Devoted, Loyal
Handsome, Obedient, Gentle
Loving, Special

Today was the day that Blake, our standard poodle, went to heaven. Our good friend, Doc Freed, would have said his passing was the final kindness. I suppose we could have gotten a little more time with Blake but that would have been for us, not him.  He was having increasing difficulty walking and would actually fall over when he arose from his bed or even as he walked across the floor. He no longer wanted to take a walk outside or play in any way.  As he sleeps by my side before Dr. Maizels, another incredible vet and friend,  arrives at our home,  I look at Blakey and wonder, how did we ever have the privilege of sharing our lives with such a splendid friend?
We got Blakey almost 10 years ago when he was 4 years old. Fate brought him to us. I was teaching a class at Goucher when one of my students got a call to come get Blake because his owner was going to jail. Blake had been found in a house with many animals in cages and even dead horses. He was starved and didn't look much like a poodle. But Amy said, “I just wish I knew someone who would enjoy walking with him.” And thus began our life together. It was love at first sight for both Blake and I .
My friend, Karen, was afraid for our sheltie, Dorsey, but quickly agreed that maybe she would be less anxious if we called our new dog, Blakey, instead of Blake, the name he had already been given. Karen soon grew to love Blakey as did everyone he met.
We walked and walked and walked and particularly enjoyed letting him run free in the woods where he would never stray far from our side. He became the gentlest dog, who never wanted to fight. He loved all children even very little ones and would tolerate them doing anything to him.  Blakey always got excited when the grandchildren came and that gave Payton, our grandson, practice in dog training, down command. Payton would practice and practice how he would calm Blake before that boy even entered the house.
Friends marveled that Blake listened so well and would even retreat to his bed if asked to when the house was full of people and good food.  Guest could walk around him and even over him, it never phased him. He obediently stayed from under foot. However, when he was younger Blakey might jump unexpectantly into a guest’s lap. Blake was always allowed on the furniture. I image that might be annoying to some but we found it endearing.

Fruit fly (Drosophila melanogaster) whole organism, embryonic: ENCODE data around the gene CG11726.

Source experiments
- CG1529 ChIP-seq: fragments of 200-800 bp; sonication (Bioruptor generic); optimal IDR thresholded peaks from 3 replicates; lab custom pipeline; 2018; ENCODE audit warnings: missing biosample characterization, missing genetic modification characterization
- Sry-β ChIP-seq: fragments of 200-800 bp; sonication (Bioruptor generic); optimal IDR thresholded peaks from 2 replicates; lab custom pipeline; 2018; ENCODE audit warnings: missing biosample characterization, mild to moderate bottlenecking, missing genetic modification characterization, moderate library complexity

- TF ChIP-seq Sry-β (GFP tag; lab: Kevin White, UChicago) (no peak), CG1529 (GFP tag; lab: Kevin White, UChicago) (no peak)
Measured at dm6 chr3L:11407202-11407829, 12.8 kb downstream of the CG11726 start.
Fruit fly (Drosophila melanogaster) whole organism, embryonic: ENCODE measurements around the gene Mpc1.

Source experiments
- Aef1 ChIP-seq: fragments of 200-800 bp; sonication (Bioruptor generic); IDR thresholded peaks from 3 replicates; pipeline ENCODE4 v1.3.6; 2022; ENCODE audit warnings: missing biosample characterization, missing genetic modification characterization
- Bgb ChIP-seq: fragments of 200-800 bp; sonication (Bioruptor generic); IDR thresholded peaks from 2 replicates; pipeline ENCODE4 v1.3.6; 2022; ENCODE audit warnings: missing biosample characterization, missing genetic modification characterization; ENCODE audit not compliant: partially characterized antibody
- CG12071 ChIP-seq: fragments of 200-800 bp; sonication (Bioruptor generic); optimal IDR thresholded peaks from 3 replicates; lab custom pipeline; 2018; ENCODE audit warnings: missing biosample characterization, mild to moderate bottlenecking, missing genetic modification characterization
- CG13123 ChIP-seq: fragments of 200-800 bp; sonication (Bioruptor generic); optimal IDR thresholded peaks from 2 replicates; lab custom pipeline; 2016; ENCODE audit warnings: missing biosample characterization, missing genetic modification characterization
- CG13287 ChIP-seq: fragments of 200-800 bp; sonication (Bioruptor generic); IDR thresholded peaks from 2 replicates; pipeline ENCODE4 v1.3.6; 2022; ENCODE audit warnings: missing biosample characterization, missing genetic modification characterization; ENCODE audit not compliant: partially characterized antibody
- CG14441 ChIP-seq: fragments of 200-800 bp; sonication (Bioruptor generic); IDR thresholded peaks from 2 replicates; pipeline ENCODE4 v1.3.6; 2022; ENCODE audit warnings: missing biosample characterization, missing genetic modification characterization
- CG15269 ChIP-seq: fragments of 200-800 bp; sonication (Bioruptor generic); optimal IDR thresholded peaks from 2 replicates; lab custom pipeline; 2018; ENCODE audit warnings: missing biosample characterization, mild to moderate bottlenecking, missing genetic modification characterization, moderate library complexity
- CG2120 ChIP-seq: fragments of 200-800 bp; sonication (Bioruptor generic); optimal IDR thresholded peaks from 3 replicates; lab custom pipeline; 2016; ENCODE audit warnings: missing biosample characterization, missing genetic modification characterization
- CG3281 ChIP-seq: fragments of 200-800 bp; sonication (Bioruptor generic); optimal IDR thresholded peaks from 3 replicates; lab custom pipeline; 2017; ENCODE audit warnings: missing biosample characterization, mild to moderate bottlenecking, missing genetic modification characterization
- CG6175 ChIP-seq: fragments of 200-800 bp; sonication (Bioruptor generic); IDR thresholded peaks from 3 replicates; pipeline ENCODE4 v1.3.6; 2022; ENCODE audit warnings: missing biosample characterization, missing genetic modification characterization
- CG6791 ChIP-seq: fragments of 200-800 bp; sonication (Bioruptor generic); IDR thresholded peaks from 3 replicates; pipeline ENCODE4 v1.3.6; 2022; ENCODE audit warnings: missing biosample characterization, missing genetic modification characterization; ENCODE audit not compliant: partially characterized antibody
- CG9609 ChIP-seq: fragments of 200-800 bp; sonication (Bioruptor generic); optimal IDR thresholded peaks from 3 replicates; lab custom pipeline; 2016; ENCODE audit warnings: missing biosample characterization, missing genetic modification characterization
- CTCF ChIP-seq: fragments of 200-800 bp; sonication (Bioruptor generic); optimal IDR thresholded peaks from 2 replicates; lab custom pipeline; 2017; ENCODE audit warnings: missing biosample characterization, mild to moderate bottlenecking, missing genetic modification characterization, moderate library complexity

I suppose every dog has something that causes problems and I will never forget how this tall poodle would, when left alone, wouldscavenger hunt the house for any piece of food left within reach (His reach was enormous. He could even get food from the sink or open the trash can drawer in the kitchen.) We adapted but many caregivers did not and came home to a huge mess after leaving out even a loaf of bread. Once he even took my friend, Susan, mother’s ashes. (She was visiting and a guest in our home before the funeral) None of this mischief ever occurred unless Blake was left alone, never any transgressions while we were in the house and I suppose that is part of the decision I made today. The older he became the more miserable he was when left in the house alone.
I always thought Blake would have been an excellent service dog. He was happiest when he was by my side and never understood why he could not go everywhere I went. Recently when I was at a conference in Florida, Paul stayed home to watch Blake.  Paul did a fantastic job of keeping Blake happy but he told me that every night after dinner Blake would stand for long periods of time staring at the door waiting for me to come home. That kind of devotion never made me happy. I knew my absence was very hard on this devoted animal.  
Now this good friend will go to my mother in heaven, the person who taught me to care for all animals. the one I am sure God has entrusted to keep all our pets until we meet again. This time there will be no more dogs for me for a long while. This will be the first time since before I was 10 years old without a dog.  Rest in peace, dear Blake.